The Gardens of Harlem. Clifford Thornton and the Jazz Composers’ Orchestra, 1975
No convenient way to embed a single track of this near masterwork, so here’s the whole thing on the Tube.
And, as often in this sequence of things I have loved, it’s really worth considering the whole thing. Clifford Thornton, multi-instrumentalist, composer, radical intellectual, is a figure it’s hard to find much about nowadays. But this suite, the final release credited to the co-operative Jazz Composers’ Orchestra, is one of the best collections of dishes served up from the ingredients that loose ensemble – along with other “new thing” players – were exploring in the late 1960s and early ’70s.
This is the most congenial interpretation of free music. The more austere variant is actually more about constraint – anything that sounds like conventional music tonally, harmonically or rhythmically is ruled out. Then there is a more expansive view – players are free to use any sounds they please, including the oldest melodies and ingredients from other cultures.
I didn’t know that when I first heard this. Only that I’d never heard the like. The multiple African percussion that features prominently in the early pieces here energises the music wonderfully. And as the notes made clear, the concept requires including that collection of sounds because the whole work is an exploration of West African music and how it has travelled “from West to North Africa, the Caribbean, the South Eastern United States, to Harlem”.
In this case, that history – about the only good thing to come out of the enforced migrations of the slave trade – was evoked by selecting vocal melodies from the territories in question, and orchestrating them. There’s a chant from Recife, a song from Jamaica, a social dance from Dahomey via Ghana, a street vendor’s cry heard in South Carolina – you get the idea. They are fine tunes, orchestrated with great skill, and evocative in their own right. Add some great jazz soloing, and it’s a heady brew.
The 25 strong personnel allows plenty of variations in sound, and there are players here whose reputations have long outshone Thornton’s. Leo Smith features on one piece, and Marvin Peterson and Ted Daniel play trumpet too. The last piece is played out by Dewey Redman.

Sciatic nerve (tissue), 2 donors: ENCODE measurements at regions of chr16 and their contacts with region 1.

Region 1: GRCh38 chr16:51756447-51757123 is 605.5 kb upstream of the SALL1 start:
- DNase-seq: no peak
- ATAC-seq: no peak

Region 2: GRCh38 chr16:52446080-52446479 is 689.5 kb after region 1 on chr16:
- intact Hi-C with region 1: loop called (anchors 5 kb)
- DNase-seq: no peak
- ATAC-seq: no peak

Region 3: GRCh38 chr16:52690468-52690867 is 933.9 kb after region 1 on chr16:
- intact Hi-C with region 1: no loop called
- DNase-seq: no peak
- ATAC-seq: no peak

Thornton himself plays cornet, valve trombone, and has a lengthy feature on shenai, the South Indian double reed instrument. This is world music, I suppose, before that unhelpful term was coined. And it shows why an allmusics approach can have such creative scope when it is organised by a composer of such resource who can inspire a bunch of similarly committed players.
I had none of these thoughts back then – just knew it sounded new and old at the same time and, I think, that it came out of a musical milieu unlike anything represented by other jazz I was hearing. It’s also, and this remains part of the appeal, an unusually well-integrated work. The music was workshopped extensively, and the composer revised it at least twice. Maybe that’s why all the ingredients blend so well.
I do remember playing the LP incessantly. It gets a spin much less often now, but whenever it does it never fails to grip me. The stew of wonderfully supple, mostly mid-tempo arrays of rhythm with exciting orchestral arrangements has not, I reckon, been bettered.
Perhaps Thornton himself might have done so. But this was his last album as leader. He left the US, where he had a university teaching post, for a job at UNESCO in Geneva and died, in his early fifties, in 1989. He was politically as well as musically influential – as attested by numerous small appearances in Val Wilmer’s classic As Serious as Your Life – but there’s little else to document the life of someone who was clearly an intellectual and creative force to be reckoned with. Still we do have this one finely realised work, which stands with anything recorded in that decade.
Here’s the nice artwork on the reverse – remember when a 12 inch cardboard square could be such an excellent creative space? – and some details from Thornton’s own sleeve notes.
Why the No 11?
This is one of a series running (in no particular order) through 2021. I explain a bit what it’s doing here.
And I’m going to collect them all on this page.